Battle of the Statues


Statue of Winston Churchill
Frank Augstein/AP

The battle of the statues is now global. Its most recent episode began in Bristol, United Kingdom, where the statue of slave trader Edward Colston was brought down in solidarity with the Black Lives Matter uprising sparked by the police killing of George Floyd in the US. It then quickly spread to the US and the rest of Europe.

In the US, the battle had begun decades earlier over the detested Confederate flag, and is now extended not only to Confederate statues and statues of other racists and white supremacists, but also to military bases named after racist generals of the Confederate army…

In short, it is the entire history of European racism and colonialism with its global consequences that is now on trial. This battle will not stop until this overdue reclaiming and rewriting of world history comes to full fruition.

We rest when and where we can. Then, we resume the fight.

Chrysler Hemi air raid siren

I’ve been recently thinking about the last time Americans seemed to have collectively lost their minds: the Cold War. Pondering this time period led me down a YouTube rabbit hole where I learned that during the chilliest portions of the Cold War, Chrysler V8s were used to power the loudest air raid sirens ever built.

I had no idea these existed! And as a nerd who loves both Detroit automotive and Nuclear Age history, I’m a little disappointed in myself. Let’s fix that…

“…At least one ended up in the Don Garlits Museum of Drag Racing. In 1997, a British documentary team visiting the museum was treated to cranking up a Chrysler Air Raid Siren. After decades of neglect spent soaking in saltwater spray on a roof in Florida and then languishing in a shop, the ’52 Hemi V8 engine not only started right up but started on gasoline, a fuel that it had never run before as one of the engines outfitted to run on propane.

Solid design and craftsmanship still rules.

Trump loves those steroids

…Confusion continued Sunday about the severity of Mr. Trump’s condition, as his physician revealed the president had been given a dose of a powerful steroid that the World Health Organization has recommended for patients who are “critically ill” with COVID-19.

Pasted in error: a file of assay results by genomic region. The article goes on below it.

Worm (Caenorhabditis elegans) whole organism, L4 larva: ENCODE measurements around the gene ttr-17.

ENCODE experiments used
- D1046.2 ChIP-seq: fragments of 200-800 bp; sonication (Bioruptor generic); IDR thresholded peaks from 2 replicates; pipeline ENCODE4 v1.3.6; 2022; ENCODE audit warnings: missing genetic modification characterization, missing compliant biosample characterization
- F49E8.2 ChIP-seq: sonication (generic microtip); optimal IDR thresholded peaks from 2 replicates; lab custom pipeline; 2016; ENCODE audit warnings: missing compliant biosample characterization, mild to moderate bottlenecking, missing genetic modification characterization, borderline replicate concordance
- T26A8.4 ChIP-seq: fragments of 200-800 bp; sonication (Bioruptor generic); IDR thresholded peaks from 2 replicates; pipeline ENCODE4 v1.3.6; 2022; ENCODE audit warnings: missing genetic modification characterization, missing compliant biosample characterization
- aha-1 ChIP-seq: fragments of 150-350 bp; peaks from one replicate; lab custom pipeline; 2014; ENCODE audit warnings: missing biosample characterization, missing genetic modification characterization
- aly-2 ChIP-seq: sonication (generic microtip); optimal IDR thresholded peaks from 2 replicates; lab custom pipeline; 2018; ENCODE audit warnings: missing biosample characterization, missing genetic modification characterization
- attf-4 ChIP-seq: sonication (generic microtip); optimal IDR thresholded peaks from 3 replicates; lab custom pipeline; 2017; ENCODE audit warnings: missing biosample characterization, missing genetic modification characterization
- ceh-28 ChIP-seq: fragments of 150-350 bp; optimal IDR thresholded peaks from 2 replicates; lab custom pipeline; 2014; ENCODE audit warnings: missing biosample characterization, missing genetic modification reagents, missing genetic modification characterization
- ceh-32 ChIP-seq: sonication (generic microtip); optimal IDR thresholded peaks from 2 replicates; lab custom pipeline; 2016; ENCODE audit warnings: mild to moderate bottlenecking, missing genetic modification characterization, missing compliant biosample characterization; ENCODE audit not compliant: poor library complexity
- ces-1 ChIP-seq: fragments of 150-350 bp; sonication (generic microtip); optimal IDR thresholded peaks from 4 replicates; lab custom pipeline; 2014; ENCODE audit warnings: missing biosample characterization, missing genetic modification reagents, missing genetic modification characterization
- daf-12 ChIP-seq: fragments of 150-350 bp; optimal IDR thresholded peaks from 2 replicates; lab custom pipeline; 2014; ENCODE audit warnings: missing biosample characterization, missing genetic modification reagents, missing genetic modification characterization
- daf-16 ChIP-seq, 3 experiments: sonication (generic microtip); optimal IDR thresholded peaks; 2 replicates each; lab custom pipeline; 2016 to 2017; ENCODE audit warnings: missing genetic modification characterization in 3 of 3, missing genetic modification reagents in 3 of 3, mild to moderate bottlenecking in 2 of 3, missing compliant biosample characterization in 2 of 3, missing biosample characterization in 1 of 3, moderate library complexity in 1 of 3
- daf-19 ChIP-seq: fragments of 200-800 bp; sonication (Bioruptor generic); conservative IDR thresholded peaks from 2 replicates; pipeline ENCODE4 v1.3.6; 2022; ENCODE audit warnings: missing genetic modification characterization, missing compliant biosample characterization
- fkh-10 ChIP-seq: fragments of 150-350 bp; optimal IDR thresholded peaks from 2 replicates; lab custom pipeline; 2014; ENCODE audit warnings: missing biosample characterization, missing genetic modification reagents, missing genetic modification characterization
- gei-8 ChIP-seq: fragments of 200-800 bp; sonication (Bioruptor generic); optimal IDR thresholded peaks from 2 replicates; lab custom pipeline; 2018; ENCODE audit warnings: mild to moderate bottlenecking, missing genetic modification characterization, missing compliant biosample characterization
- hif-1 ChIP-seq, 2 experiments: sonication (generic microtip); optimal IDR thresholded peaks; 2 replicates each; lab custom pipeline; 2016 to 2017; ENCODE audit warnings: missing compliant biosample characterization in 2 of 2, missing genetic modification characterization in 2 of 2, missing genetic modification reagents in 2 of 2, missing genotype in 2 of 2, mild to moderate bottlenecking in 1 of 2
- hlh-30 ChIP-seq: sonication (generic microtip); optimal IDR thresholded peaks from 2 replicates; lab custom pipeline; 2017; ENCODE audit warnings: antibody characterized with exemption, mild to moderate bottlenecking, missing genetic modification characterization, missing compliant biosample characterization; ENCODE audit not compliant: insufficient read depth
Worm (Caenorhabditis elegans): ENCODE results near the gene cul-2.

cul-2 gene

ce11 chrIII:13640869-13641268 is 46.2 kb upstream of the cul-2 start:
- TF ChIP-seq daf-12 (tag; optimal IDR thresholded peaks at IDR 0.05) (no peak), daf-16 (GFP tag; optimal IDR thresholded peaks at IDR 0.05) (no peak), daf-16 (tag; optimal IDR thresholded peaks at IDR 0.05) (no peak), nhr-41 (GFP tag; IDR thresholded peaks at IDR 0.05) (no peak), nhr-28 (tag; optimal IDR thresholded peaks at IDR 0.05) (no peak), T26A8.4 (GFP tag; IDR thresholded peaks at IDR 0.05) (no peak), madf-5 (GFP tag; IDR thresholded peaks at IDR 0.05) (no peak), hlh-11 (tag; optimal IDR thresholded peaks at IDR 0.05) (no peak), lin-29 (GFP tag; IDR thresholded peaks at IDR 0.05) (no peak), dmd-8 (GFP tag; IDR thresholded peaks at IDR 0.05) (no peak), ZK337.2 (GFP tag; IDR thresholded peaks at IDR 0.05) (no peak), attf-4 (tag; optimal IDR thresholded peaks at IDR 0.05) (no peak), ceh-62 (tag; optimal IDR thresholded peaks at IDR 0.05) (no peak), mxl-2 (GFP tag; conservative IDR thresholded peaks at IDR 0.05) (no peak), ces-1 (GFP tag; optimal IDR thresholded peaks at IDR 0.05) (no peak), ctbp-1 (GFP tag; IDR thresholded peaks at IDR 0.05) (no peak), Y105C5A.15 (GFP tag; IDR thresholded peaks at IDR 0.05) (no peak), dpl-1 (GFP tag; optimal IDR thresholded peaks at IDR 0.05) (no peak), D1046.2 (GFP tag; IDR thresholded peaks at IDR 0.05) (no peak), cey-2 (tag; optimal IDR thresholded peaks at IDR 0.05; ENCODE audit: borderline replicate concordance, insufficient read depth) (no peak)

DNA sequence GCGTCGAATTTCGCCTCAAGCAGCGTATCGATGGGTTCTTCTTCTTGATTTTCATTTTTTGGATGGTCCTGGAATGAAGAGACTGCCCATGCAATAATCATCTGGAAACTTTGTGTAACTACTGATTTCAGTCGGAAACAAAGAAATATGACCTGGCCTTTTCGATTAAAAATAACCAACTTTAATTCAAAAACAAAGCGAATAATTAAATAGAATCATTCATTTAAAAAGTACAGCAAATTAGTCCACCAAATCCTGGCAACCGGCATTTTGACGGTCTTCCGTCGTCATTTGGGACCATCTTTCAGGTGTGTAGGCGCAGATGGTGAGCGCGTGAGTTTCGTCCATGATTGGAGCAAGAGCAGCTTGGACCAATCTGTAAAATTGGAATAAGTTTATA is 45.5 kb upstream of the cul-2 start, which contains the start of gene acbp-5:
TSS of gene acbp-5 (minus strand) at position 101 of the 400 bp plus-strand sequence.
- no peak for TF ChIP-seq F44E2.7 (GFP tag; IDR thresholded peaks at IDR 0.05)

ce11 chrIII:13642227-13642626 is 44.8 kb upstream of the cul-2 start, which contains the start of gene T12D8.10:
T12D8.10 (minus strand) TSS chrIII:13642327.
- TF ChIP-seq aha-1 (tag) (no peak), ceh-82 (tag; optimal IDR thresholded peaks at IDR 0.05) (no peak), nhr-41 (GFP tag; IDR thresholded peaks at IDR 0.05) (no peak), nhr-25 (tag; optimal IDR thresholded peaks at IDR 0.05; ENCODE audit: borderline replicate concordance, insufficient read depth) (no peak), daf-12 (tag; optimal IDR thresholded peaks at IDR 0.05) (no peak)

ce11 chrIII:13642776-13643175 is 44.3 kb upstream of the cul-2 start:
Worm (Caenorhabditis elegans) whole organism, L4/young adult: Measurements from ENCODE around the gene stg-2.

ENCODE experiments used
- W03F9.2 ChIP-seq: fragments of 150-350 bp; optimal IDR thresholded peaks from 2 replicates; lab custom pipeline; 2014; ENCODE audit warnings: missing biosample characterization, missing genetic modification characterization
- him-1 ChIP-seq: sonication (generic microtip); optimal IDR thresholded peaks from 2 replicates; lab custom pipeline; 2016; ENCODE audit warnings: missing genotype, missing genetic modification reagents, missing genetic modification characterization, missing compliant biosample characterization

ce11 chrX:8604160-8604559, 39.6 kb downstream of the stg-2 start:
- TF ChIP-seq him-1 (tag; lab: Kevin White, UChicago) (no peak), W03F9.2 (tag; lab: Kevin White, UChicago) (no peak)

Dr. Sean Conley, the White House physician, said the president had been given dexamethasone, on Saturday, and had experienced two drops in his oxygen levels since the onset of the illness. Dexamethasone has been shown to improve outcomes for patients with severe cases of COVID-19, including those who require supplemental oxygen, but is not recommended for use in patients with milder cases.

“Dexamethasone is a very potent steroid that can have brain effects. There can be a manic behavior associated with dexamethasone, so certainly important that we understand that,” CBS News medical contributor Dr. David Agus said after the briefing.

Battalion of Black Women in WW2


Major Charity Adams reviews the 6888th Central Postal Directory Battalion

“The unit was set up to determine the value Black women brought to the military. They ultimately ran the fastest mail service in the European Theater during World War II. More than 6,500 Black women ultimately served in the auxiliary corps during the war, as both officers and enlisted women. They came from all over the country, many in search of opportunities unavailable to them in the civilian sector.”

Taking care of business in wartime.

Might be you don’t want to take a human to a gunfight in the sky?

Last week, a technique popularized by DeepMind was adapted to control an autonomous F-16 fighter plane in a Pentagon-funded contest to show off the capabilities of AI systems. In the final stage of the event, a similar algorithm went head-to-head with a real F-16 pilot using a VR headset and simulator controls. The AI pilot won, 5-0.